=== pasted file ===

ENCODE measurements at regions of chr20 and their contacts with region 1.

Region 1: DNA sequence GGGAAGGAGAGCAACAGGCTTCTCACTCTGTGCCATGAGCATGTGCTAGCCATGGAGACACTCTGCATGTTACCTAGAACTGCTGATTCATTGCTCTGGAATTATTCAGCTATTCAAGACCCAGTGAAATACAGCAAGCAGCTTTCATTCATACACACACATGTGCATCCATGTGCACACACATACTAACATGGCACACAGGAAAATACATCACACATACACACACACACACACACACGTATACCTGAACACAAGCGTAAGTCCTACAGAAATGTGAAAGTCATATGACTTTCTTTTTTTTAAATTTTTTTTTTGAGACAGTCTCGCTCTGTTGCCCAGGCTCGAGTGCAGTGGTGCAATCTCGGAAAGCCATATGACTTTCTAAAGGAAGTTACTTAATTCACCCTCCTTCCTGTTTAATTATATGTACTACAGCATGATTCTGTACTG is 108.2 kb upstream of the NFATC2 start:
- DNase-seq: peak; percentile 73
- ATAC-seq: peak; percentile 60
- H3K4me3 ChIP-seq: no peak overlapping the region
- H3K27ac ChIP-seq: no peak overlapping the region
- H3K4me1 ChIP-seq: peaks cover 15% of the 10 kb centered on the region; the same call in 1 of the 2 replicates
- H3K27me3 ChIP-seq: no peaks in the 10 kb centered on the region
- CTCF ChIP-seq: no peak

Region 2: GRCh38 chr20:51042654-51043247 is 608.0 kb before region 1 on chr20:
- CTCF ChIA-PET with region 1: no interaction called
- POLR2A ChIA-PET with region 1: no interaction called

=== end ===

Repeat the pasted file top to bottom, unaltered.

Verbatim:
ENCODE measurements at regions of chr20 and their contacts with region 1.

Region 1: DNA sequence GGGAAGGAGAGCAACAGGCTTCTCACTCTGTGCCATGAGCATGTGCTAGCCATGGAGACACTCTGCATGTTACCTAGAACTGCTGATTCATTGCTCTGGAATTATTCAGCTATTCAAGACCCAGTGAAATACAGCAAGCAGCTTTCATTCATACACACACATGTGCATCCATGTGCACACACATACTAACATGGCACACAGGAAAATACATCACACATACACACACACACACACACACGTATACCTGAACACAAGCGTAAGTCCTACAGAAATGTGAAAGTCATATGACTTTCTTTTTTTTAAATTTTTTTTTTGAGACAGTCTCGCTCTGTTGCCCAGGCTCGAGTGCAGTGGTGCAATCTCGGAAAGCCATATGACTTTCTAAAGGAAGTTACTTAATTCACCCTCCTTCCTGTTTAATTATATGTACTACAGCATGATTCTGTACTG is 108.2 kb upstream of the NFATC2 start:
- DNase-seq: peak; percentile 73
- ATAC-seq: peak; percentile 60
- H3K4me3 ChIP-seq: no peak overlapping the region
- H3K27ac ChIP-seq: no peak overlapping the region
- H3K4me1 ChIP-seq: peaks cover 15% of the 10 kb centered on the region; the same call in 1 of the 2 replicates
- H3K27me3 ChIP-seq: no peaks in the 10 kb centered on the region
- CTCF ChIP-seq: no peak

Region 2: GRCh38 chr20:51042654-51043247 is 608.0 kb before region 1 on chr20:
- CTCF ChIA-PET with region 1: no interaction called
- POLR2A ChIA-PET with region 1: no interaction called